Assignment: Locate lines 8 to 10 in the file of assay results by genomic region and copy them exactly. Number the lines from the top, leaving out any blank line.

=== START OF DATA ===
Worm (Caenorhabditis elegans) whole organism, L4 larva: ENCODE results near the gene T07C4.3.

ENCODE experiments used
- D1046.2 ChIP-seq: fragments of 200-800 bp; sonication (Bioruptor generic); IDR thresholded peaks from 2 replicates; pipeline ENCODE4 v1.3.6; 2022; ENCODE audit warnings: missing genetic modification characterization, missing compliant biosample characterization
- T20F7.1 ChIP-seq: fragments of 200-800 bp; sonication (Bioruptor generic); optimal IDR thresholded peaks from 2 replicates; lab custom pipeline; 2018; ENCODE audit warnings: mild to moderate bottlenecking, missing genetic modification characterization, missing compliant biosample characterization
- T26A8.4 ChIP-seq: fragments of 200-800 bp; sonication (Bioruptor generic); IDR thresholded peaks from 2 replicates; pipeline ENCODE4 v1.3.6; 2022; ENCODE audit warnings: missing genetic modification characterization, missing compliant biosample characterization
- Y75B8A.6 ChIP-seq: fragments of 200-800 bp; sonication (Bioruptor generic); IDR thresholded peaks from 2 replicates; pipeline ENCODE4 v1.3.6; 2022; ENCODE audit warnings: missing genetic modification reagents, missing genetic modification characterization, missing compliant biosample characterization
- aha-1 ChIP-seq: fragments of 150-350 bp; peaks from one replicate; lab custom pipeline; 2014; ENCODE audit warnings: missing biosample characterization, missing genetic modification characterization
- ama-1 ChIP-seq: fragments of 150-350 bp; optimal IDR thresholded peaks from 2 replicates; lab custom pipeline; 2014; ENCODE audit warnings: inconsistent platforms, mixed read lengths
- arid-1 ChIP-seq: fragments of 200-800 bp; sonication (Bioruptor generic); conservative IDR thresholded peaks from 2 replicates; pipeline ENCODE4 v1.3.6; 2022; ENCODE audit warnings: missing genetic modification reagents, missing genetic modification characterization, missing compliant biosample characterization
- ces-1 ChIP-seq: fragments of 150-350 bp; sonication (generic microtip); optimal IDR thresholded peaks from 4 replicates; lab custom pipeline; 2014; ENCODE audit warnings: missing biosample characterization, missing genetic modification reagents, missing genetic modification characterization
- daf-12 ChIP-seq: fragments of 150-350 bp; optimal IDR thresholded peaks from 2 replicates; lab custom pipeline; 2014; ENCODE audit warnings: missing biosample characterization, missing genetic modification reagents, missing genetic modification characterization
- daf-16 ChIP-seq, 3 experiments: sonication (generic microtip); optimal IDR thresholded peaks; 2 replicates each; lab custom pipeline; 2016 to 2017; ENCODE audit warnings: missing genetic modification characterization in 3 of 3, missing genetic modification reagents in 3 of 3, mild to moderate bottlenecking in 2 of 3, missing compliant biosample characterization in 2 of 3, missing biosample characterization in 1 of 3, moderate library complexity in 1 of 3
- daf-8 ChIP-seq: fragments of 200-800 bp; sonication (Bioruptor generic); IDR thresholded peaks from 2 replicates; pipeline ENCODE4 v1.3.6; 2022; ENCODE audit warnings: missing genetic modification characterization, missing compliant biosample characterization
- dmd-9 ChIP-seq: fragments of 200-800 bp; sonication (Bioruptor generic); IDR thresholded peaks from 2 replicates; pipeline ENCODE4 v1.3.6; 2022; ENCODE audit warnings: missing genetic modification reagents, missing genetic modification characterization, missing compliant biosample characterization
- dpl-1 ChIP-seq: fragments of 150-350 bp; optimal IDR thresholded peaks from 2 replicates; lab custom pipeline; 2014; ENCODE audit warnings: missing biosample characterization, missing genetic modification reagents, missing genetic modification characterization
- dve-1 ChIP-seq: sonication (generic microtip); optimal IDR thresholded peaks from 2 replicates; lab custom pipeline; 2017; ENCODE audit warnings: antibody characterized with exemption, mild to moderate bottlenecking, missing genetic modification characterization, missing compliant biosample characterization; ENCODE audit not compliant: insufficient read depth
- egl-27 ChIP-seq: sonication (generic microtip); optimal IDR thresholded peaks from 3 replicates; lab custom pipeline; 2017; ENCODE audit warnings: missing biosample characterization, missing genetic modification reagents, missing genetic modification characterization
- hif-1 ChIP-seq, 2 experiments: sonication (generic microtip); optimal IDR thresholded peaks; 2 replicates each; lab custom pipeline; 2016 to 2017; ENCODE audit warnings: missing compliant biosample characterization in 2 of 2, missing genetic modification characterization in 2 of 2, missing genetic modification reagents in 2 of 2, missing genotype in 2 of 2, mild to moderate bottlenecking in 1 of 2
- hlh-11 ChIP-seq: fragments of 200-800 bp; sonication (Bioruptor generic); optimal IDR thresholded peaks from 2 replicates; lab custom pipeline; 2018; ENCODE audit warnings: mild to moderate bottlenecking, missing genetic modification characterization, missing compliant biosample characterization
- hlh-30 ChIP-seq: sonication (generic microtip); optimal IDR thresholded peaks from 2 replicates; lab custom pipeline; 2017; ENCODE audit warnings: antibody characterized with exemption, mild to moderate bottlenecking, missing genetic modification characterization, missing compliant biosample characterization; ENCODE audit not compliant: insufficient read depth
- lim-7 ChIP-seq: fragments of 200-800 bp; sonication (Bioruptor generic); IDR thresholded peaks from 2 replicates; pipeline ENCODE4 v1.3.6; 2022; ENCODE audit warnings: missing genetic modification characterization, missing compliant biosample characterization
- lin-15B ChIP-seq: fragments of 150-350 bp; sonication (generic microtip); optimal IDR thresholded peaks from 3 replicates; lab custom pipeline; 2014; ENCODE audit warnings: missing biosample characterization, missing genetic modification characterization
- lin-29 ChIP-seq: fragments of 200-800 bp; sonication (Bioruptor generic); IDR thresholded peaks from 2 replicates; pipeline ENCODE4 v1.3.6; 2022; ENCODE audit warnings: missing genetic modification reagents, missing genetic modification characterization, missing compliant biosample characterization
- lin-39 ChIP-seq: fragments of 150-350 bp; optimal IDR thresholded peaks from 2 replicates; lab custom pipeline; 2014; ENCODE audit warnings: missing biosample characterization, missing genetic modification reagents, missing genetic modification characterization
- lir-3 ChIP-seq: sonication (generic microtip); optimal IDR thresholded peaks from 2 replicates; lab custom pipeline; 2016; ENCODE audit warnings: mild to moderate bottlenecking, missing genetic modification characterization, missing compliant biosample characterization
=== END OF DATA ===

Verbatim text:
- ama-1 ChIP-seq: fragments of 150-350 bp; optimal IDR thresholded peaks from 2 replicates; lab custom pipeline; 2014; ENCODE audit warnings: inconsistent platforms, mixed read lengths
- arid-1 ChIP-seq: fragments of 200-800 bp; sonication (Bioruptor generic); conservative IDR thresholded peaks from 2 replicates; pipeline ENCODE4 v1.3.6; 2022; ENCODE audit warnings: missing genetic modification reagents, missing genetic modification characterization, missing compliant biosample characterization
- ces-1 ChIP-seq: fragments of 150-350 bp; sonication (generic microtip); optimal IDR thresholded peaks from 4 replicates; lab custom pipeline; 2014; ENCODE audit warnings: missing biosample characterization, missing genetic modification reagents, missing genetic modification characterization